SALT LAKE CITY — The Utah Jazz won the lottery in the 2017 NBA draft, despite technically drafting in the 13th spot — the second to last selection of the actual draft lottery.
Donovan Mitchell has already been named to the NBA’s All-Rookie First Team and is one of two front-runners for the NBA’s Rookie of the Year award.
Truthfully, general manager Dennis Lindsey could bungle this draft, and several drafts over the next several seasons, but would still be considered one of the league's savviest talent scouts. He drafted Mitchell in the latter end of the lottery and drafted All-Defensive First Team center Rudy Gobert with the 27th overall pick in 2013.
Lindsey is notorious for letting no opportunity go wasted when it comes to improving his roster, and this year’s draft should be no different.
However, who to pair with Mitchell in the backcourt presents a unique issue. Mitchell has an extremely advanced offensive skill set and has shown an ability to operate both as a primary ball handler and as a go-to scorer off the ball.
Mitchell was drafted out of Louisville, where he played primarily off the ball. Because of Mitchell’s already diverse skill set, and extreme coachability, and his ability to seemingly adapt to any role the coaches put him in, where to play Mitchell may be largely impacted by who they play next to him in the backcourt.
On Monday, the Jazz worked out four players who could be conceivably drafted with the 21st overall pick. KSL.com’s Andy Larsen broke down the strengths and weaknesses of each player after the workout. With the NBA increasingly moving away from position-specific basketball and into multi-skilled players across all five players on the floor, there might not be a clear-cut fit next to Mitchell.
Each of the four players the Jazz worked out Monday — Grayson Allen, Aaron Holiday, Khyri Thomas and Jalen Brunson — would present unique questions. Allen is the biggest of the four players, standing 6-foot-4.5 in shoes, and was by the Jazz perspective, the best athlete of the group. He’s also nearly 23 and may have less untapped upside than the rest of the players in the workout.
Despite a healthy career 38 percent 3-point shooting average, Allen's statistically the worst shooter of the group. Mitchell’s 3-point jumpshot might be his most glaring weakness at this point in his career. Mitchell’s ability to attack the rim would benefit greatly from a knock-down 3-point shooter.
Thomas, who is a career 40 percent 3-point shooter, and shot 41 percent from three as a junior, despite attempting 4.6 threes per game, could be a good fit. Additionally, it appears Thomas might be capable of defending an opposing team’s best wing player with his 6-foot-10 wingspan, despite standing just 6-foot-3.
However, at this point, Thomas appears to be limited as a ball handler. There is optimism among league sources that that aspect of his game will develop, though. If it doesn’t, he may offer little more than the Jazz's other surprise rookie Royce O’Neale, who appears to be a long-term fixture in the Jazz roster.
Holiday is a lightning-quick guard that showed a knack for carrying a large scoring load at UCLA. He averaged over 20 points and nearly six assists per game on an impressive shooting percentage, making more than 46 percent of his field goals, including 42 percent of his 3-point attempts.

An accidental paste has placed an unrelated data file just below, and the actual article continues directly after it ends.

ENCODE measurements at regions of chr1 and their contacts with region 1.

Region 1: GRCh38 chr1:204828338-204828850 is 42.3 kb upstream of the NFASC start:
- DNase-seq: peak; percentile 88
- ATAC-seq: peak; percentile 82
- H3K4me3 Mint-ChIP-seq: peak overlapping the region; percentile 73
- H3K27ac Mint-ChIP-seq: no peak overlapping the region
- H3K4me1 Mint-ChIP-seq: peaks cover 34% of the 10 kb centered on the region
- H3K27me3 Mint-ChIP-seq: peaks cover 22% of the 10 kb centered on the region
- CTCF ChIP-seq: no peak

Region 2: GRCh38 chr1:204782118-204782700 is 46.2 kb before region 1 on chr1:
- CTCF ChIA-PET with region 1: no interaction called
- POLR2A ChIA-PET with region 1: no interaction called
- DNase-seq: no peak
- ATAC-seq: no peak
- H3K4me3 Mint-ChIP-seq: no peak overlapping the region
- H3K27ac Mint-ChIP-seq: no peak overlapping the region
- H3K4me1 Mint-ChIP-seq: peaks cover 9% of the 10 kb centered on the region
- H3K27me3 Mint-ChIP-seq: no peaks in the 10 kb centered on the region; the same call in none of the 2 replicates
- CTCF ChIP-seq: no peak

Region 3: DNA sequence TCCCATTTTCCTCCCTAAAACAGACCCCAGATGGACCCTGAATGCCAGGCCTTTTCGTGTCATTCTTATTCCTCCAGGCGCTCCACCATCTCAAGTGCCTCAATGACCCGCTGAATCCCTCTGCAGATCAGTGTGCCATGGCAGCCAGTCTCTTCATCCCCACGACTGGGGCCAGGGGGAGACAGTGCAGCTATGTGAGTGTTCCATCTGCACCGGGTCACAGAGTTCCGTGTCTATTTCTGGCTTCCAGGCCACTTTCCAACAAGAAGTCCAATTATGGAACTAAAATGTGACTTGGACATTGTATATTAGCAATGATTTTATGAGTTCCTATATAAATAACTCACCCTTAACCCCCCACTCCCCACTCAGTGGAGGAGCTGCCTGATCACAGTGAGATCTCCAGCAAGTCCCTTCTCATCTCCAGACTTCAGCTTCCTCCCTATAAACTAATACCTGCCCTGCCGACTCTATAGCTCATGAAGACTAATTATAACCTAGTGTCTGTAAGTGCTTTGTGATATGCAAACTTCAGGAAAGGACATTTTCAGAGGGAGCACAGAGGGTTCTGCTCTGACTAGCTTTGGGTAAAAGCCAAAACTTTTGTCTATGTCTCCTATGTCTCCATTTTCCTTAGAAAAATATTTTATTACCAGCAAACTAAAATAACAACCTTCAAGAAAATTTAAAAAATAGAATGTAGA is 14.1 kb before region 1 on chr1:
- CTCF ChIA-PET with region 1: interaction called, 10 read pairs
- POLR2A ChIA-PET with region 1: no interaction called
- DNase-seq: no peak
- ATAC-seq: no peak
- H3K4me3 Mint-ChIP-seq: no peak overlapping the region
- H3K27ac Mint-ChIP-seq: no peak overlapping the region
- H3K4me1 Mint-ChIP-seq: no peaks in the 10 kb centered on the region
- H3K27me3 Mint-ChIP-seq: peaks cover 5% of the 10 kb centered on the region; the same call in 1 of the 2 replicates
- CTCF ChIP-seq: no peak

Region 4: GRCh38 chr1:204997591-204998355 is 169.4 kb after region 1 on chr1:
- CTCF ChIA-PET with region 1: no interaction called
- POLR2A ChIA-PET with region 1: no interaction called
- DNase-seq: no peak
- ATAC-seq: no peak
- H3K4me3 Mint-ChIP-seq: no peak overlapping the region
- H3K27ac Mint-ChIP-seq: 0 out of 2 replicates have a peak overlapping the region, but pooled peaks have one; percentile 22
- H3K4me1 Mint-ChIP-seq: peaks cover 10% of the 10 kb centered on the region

.@The_4th_Holiday: @UCLAMBB, Guard, 6'1, 187 lbs.— Utah Jazz (@utahjazz) June 4, 2018
"Went to UCLA for three years and I've grown, my game has evolved and I got a lot more confident. Obviously, my brothers (Jrue, Justin) are in the league so playing against them helps me out a lot.
However, at 6-foot-1, Holiday lacks ideal size to pair with Mitchell, who is undersized at 6-foot-3 in his own right. As has been seen with the Portland Trail Blazers, despite a superbly talented backcourt made up of Damian Lillard and CJ McCollum, their lack of size proved to be fatal against the bigger guards of the New Orleans Pelicans.
The antidote to this problem may come in the form of Jalen Brunson. Despite standing just 6-foot-2, Brunson’s 200-pound frame allows him to bully other guards, as he did throughout his career at Villanova. Jazz Vice President of Player Personnel Walt Perrin compared Brunson to former University of Utah guard Andre Miller based on the strength he displayed in his game.
.@jalenbrunson1: @NovaMBB, Guard, 6'2, 200 lbs.— Utah Jazz (@utahjazz) June 4, 2018
"I'm not satisfied. I want to continue to get better every time I step on the court."
PreDraft Workout 🎥: https://t.co/S4HHQBwRnupic.twitter.com/Zj4JFi1H1u
Brunson’s 18 points per game average showed his ability to score the ball. He shot an impressive 39 percent from the 3-point line; however, his post-up game likely won’t translate to the NBA, and there are questions about his ability to beat defenders off the dribble. He’s craftier than he is athletic, and while that works in college, NBA players will know how to defend his creative skill set, while sporting superior athleticism.
Drafting at No. 21, the Jazz aren’t going to get a perfect prospect. They’ll have to settle on a player that appears to fit best alongside Mitchell while making sure they don’t magnify the backcourt’s existing size and shooting deficiencies.
While none of the four players who worked out for the Jazz on Monday are without their questions, Mitchell’s versatile game should allow the Jazz to truly take the best player available, and allow next year’s rookie to develop alongside one of the league’s best young players.